Nigerian big banks race to raise funds by capital hike deadline

Nigeria's banking giants, such as Access, GT Bank, UBA, and First Bank, are in a rush to raise capital before the CBN's recapitalisation deadline of March 2026.

Nigerian big banks race to raise funds by capital hike deadline
Nigerian big banks. Credit: iShoot

Nigerian banks are facing a capital reshuffle. In March, the Central Bank (CBN) significantly raised the minimum capital requirement, especially for international commercial banks, which now need ₦500 billion.

According to the CBN, “The prevailing macroeconomic challenges and headwinds occasioned by external and domestic shocks have underscored the need for banks to raise and maintain adequate capital to enhance their resilience, solvency, and capacity to continue to support the growth of the Nigerian economy.”

All banks have a two-year window, from April 1, 2024, to March 31, 2026, to meet the new targets. The CBN suggests various methods for banks to raise capital, including issuing new shares, mergers and acquisitions, or even adjusting their license type.

Nigeria's biggest bank by assets, Access Bank, wasted no time responding to the CBN’s new capital requirements. Despite being the third-wealthiest Nigerian bank by capital, faces a shortfall. The Central Bank's new requirements mean they need an additional $187.8 million (₦248.1 billion) to meet the new benchmark.

Just days after the announcement, Access Holdings, the parent of the bank unveiled a $1.5 billion fundraising plan (₦2.09 trillion) through bonds or share sales, and an additional $287 million (₦399.9 billion) to be raised from shareholders through a rights issue.

The pressure is on for other major players too. GT Bank announced plans to raise $750 million, while First Bank Holdings is also seeking an additional ₦300 billion. On Tuesday, the United Bank of Africa also joined the capital-raising race. The bank, valued at over ₦1 trillion, wants to sell 10.8 billion new ordinary shares to meet the new requirements.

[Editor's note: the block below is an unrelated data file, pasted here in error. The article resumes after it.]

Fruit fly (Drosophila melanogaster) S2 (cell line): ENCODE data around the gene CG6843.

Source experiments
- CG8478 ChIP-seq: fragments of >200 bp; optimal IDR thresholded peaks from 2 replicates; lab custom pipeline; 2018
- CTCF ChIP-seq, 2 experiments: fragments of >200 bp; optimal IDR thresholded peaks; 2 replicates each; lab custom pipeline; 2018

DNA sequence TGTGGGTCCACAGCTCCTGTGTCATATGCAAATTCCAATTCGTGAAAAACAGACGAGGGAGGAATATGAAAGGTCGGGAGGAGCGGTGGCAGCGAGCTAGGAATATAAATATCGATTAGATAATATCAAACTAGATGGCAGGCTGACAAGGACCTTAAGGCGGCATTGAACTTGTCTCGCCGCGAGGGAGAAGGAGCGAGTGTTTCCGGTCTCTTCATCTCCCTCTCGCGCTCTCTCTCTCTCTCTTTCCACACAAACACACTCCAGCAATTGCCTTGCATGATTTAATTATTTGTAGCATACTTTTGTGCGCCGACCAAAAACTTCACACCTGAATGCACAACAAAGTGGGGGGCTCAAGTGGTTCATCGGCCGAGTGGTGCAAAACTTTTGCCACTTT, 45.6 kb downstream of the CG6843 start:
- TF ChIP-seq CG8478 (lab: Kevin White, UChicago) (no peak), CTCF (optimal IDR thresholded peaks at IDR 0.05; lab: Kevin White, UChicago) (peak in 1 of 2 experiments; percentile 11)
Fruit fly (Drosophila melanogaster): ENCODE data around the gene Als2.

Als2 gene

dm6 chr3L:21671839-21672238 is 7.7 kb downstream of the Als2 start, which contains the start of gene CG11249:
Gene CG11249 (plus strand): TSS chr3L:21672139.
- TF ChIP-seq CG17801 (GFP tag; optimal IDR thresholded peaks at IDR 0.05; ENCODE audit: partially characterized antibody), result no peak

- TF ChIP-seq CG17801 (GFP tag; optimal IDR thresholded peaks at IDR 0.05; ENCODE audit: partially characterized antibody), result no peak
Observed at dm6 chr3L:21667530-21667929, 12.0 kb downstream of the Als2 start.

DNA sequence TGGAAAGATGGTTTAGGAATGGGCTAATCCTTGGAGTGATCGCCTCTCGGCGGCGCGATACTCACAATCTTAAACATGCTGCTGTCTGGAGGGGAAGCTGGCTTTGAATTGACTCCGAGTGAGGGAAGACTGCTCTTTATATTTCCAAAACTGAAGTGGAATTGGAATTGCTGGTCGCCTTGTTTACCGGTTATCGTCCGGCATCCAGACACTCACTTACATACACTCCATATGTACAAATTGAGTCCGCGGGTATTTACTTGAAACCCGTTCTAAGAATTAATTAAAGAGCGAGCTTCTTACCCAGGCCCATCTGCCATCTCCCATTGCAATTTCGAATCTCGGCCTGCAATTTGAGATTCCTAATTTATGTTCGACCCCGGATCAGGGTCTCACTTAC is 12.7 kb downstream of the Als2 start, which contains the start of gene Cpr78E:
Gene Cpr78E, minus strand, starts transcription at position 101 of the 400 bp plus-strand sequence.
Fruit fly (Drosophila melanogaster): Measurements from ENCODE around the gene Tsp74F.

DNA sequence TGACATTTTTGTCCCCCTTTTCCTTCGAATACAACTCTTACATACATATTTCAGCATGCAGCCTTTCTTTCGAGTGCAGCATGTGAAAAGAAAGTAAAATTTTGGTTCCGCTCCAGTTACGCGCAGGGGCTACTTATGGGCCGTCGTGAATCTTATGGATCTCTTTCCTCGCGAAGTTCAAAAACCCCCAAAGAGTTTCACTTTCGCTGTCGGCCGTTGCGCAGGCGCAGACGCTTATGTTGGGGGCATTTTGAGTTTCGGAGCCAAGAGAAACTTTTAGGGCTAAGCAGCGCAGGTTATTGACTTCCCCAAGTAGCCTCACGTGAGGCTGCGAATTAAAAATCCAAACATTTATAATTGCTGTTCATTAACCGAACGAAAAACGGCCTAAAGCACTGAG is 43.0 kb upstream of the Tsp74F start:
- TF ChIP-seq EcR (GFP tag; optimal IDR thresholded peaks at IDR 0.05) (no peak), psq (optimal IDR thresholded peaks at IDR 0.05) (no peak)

A report by Ernst and Young suggests that under the new regulations, as many as 17 out of the existing 24 Nigerian banks might struggle to meet the capital requirements.

The report predicts a rise in mergers and acquisitions (M&A) among Nigerian banks, mirroring the consolidation wave seen during the 2004/2005 recapitalization exercise. However, the report suggests this M&A activity is likely to be less widespread due to the stronger financial positions of banks today compared to 2004 and the ongoing consolidation within the sector over the past decade.

“The idea of recapitalisation of banks is a welcome one. Capital is needed to finance big-ticket projects, especially when the government is targeting a $1tn economy in a few years. But I think the strategy should be somewhat different from the approach adopted in 2005. It should be more about incentives than coercion,” says Uche Uwaleke, a capital market professor and the president of the Association of Capital Market Academics of Nigeria.

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